things a little easier and a lot more convenient.

  Working together, we can create E-government so that every Iowan who seeks
  information, applies for a license or permit, or files a tax return or other
  document, will
  be able to do so whenever and however is most convenient for them.

  Let us accept the challenge of 100% E by 2003.  Iowans need it.  Leadership
  of a
  new economy requires it.

  In the same vein, we need a more accountable government.  Accountability is
  a core
  Iowa value.  We can and we should reflect that value in our statutory law
  defining how
  we govern and decide.  That is why we ask for your support of the
  Government Act.  Under the Act, the executive branch would strategically
  develop performance measurements to gauge progress, and budget according to
  desired results.  We would be required to annually report to citizens and
  regular performance reviews.  We would be equipped to make decisions on data
  limited resources require choices.

  Working together, let us adopt the Accountable Government Act.  When coupled
  with the mandate for fiscal responsibility and saving contained in our
  Constitution and
  prior budget reform acts, the Accountable Government Act will complete the
  effort to
  have a government with the values of the people it serves.  A government
  well suited to
  help us lead the new economy.

  Recently, I had the privilege of welcoming to the Governor's office two of
  Iowa's top,
  young scholars-Colin Holtze and Dana Hansen.  These two young people are in
  first year of college-Colin at Duke and Dana at Iowa State.  What must we do
  today to
  maximize our chances of having these two bright, young people, and thousands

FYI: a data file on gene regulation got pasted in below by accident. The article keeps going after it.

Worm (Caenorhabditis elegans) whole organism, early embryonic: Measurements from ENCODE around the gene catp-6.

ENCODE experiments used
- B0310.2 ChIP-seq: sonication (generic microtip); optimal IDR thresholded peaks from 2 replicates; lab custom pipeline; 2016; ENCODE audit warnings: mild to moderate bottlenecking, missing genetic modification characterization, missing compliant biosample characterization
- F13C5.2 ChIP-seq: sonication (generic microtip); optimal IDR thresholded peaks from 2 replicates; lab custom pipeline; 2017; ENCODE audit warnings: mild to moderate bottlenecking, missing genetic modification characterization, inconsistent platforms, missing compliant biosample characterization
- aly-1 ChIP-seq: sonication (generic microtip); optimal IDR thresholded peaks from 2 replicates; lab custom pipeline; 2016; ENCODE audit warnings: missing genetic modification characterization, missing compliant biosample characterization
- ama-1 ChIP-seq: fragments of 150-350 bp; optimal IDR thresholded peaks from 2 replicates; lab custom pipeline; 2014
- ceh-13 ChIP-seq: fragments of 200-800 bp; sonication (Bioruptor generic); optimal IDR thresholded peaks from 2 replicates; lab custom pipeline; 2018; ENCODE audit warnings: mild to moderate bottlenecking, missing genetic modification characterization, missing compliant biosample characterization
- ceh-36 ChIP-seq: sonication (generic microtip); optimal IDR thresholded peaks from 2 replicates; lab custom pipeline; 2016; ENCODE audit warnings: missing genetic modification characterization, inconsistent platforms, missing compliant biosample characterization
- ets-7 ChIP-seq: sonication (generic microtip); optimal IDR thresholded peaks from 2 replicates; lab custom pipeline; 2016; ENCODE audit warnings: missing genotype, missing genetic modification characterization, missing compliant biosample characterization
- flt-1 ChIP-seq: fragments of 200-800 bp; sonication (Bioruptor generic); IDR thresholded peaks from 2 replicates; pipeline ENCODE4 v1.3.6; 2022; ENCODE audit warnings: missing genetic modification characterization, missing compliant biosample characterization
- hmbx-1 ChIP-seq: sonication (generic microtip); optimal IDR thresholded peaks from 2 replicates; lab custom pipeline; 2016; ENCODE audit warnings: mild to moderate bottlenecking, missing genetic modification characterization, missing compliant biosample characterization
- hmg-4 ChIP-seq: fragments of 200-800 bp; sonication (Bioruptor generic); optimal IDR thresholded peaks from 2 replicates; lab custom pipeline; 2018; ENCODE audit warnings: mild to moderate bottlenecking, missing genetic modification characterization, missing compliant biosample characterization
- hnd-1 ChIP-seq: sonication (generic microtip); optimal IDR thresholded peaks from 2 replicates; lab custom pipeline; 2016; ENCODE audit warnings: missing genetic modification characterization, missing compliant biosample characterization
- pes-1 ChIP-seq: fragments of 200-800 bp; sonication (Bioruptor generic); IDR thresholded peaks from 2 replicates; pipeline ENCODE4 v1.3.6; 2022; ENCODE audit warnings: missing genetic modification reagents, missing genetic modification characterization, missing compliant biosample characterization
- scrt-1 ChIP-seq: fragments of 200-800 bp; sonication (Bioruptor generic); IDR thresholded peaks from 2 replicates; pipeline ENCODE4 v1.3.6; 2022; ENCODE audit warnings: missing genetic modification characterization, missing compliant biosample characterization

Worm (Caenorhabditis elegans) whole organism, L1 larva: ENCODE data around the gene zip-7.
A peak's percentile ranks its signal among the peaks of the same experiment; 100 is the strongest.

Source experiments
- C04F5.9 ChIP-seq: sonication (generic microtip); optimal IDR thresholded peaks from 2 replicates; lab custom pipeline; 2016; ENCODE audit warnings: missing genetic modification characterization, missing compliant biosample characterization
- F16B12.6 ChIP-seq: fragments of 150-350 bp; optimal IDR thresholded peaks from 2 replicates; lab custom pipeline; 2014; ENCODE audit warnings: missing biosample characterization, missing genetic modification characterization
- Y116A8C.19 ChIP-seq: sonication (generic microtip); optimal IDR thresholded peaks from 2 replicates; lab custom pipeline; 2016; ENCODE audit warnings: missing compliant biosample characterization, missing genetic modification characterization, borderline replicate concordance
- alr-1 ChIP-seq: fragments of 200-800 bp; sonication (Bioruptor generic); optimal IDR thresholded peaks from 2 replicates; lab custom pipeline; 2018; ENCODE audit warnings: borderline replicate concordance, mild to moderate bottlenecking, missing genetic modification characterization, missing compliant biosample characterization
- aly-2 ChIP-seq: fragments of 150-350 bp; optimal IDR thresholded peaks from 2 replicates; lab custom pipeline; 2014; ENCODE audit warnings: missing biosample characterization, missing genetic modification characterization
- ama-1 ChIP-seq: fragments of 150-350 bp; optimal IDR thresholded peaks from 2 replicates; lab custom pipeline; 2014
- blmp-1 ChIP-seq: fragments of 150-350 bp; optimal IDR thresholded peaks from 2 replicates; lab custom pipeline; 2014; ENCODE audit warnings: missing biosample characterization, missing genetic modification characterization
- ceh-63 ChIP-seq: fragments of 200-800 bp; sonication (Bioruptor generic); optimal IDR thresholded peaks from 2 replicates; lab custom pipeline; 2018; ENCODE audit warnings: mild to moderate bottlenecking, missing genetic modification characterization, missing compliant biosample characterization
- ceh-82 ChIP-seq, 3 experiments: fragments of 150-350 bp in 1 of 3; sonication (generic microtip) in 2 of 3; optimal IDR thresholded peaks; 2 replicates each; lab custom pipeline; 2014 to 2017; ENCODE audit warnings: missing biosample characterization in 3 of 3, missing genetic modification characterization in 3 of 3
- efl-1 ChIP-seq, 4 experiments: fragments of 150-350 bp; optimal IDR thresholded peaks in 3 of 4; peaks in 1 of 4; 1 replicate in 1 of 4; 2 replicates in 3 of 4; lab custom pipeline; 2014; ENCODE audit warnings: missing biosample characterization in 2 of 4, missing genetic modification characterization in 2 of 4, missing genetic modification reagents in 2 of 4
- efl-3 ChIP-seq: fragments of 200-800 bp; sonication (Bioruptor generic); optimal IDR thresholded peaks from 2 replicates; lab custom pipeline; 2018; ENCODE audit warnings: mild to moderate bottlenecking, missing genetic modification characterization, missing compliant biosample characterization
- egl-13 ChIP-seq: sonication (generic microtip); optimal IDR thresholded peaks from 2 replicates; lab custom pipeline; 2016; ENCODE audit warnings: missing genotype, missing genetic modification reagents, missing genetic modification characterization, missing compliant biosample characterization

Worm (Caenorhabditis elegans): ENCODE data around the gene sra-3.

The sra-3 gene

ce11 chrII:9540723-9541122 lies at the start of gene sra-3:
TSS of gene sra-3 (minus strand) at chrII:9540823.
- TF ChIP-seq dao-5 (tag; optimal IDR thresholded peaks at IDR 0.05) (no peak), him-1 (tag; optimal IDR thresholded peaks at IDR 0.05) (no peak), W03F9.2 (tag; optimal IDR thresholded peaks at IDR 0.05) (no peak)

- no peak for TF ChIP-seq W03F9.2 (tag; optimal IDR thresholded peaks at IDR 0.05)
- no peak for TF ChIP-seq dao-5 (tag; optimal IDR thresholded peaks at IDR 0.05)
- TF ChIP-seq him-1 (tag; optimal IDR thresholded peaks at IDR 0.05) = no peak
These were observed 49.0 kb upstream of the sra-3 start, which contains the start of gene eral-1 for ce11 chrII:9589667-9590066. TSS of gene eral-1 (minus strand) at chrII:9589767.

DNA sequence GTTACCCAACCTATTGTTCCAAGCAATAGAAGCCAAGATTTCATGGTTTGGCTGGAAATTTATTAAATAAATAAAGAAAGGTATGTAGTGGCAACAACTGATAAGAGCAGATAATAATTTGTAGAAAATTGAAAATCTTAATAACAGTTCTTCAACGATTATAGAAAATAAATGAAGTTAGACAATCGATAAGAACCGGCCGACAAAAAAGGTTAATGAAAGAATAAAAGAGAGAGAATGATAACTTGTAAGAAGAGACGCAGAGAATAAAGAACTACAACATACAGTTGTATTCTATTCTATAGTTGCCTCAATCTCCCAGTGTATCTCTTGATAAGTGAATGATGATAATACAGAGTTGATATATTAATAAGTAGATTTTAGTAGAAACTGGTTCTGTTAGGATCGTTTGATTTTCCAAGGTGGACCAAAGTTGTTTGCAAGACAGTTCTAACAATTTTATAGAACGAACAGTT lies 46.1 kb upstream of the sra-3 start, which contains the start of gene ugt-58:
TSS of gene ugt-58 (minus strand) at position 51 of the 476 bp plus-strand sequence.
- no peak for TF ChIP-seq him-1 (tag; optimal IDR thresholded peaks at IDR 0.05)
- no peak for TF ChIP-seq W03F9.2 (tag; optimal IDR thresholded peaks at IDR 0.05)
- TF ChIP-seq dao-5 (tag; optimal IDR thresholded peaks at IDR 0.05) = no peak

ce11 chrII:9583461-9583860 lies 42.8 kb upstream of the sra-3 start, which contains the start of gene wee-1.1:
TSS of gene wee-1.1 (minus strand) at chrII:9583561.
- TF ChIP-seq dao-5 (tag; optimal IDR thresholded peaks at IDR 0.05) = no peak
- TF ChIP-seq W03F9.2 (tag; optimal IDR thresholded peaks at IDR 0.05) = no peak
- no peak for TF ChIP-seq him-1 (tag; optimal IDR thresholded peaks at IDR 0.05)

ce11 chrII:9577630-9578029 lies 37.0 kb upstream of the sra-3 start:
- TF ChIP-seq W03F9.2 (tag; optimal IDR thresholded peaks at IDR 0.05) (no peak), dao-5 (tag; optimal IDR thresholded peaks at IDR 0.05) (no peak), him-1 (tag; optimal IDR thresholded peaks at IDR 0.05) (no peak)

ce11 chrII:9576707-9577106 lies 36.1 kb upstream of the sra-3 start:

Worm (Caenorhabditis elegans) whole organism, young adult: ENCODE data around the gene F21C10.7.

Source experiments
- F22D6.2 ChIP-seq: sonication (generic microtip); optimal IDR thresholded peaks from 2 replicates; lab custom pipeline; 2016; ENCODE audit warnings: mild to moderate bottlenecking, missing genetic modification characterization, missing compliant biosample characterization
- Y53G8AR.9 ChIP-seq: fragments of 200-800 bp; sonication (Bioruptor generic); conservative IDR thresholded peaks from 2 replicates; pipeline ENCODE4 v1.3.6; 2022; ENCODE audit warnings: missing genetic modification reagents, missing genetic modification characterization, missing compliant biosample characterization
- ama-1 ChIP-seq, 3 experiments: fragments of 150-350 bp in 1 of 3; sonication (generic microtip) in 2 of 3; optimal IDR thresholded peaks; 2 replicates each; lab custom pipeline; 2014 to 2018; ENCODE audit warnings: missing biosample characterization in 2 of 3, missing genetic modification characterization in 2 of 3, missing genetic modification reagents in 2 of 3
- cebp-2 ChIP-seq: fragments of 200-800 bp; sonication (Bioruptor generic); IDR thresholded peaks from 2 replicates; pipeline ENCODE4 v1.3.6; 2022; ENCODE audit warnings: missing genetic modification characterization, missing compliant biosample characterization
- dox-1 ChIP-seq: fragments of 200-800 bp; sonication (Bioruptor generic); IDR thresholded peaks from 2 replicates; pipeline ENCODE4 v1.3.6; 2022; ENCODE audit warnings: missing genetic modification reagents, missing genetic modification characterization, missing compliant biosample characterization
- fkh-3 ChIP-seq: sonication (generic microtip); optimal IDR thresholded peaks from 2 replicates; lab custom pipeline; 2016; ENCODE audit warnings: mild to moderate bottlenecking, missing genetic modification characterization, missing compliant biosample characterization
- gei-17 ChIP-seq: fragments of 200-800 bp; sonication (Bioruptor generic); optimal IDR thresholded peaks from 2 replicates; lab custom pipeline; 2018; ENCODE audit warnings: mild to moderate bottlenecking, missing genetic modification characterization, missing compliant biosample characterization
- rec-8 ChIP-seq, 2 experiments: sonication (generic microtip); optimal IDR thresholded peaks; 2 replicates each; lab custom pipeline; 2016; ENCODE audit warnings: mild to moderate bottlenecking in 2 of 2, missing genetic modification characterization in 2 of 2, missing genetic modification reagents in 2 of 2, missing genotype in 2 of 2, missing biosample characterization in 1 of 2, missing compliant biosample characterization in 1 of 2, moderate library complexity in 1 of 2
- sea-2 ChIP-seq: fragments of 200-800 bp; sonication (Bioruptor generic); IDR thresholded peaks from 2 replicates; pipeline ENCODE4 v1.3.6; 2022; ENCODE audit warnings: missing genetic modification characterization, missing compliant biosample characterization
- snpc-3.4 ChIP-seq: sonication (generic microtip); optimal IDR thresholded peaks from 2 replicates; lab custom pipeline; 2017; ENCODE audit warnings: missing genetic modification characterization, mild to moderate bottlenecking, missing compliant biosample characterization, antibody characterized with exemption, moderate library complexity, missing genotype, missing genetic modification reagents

them, shape Iowa's future?

  I believe the answer lies in transforming our economy and leading the new
  economy-particularly in areas where Iowa has a competitive advantage.
  Iowans may know that Iowa boasts some of the richest, most productive soil
  in the
  world-land that has fed a nation and has helped to feed a world.  But do
  they also
  understand the power of the research and development taking place on our
  campuses or at businesses located across the state?  Work that will expand
  the uses of
  our crops from food and fiber to cures for cystic fibrosis and other
  illness, to renewable,
  cleaner burning fuels, and to biodegradable materials suitable for
  manufacturing a
  wide variety of products.

  Imagine a world where rosemary is used for more than adding flavor to food.
  Imagine a day when it will produce an antioxidant that wards off illness or
  Imagine a world where pharmaceutical drugs are no longer needed to treat
  illness and
  disease because gene therapy has prevented the illness or disease in the
  first place.
  Imagine a world where the effects of weather on crops can be managed by
  applying a
  substance to plants already planted, that will enable the plants to adjust
  to unexpected
  weather patterns.  Iowans do not have to imagine such a world.  We live in
  here in Iowa-just ask the folks at Kemin Industries in Des Moines, the Plant
  Center at Iowa State University or the Biomedical Centers at the University
  of Iowa.

  Iowa's formulae for keeping and attracting the talent of tomorrow requires a
  in economic development philosophy to promote industry clusters of the life
  advanced manufacturing, information solutions, continued investment in
  research and
  development, and additional support for entrepreneurs.

  Let us invite young people to Iowa's exciting future through the use of
  economic development tools in new ways to develop the industry clusters of
  sciences for companies like Kemin and Trans Ova, for advanced manufacturers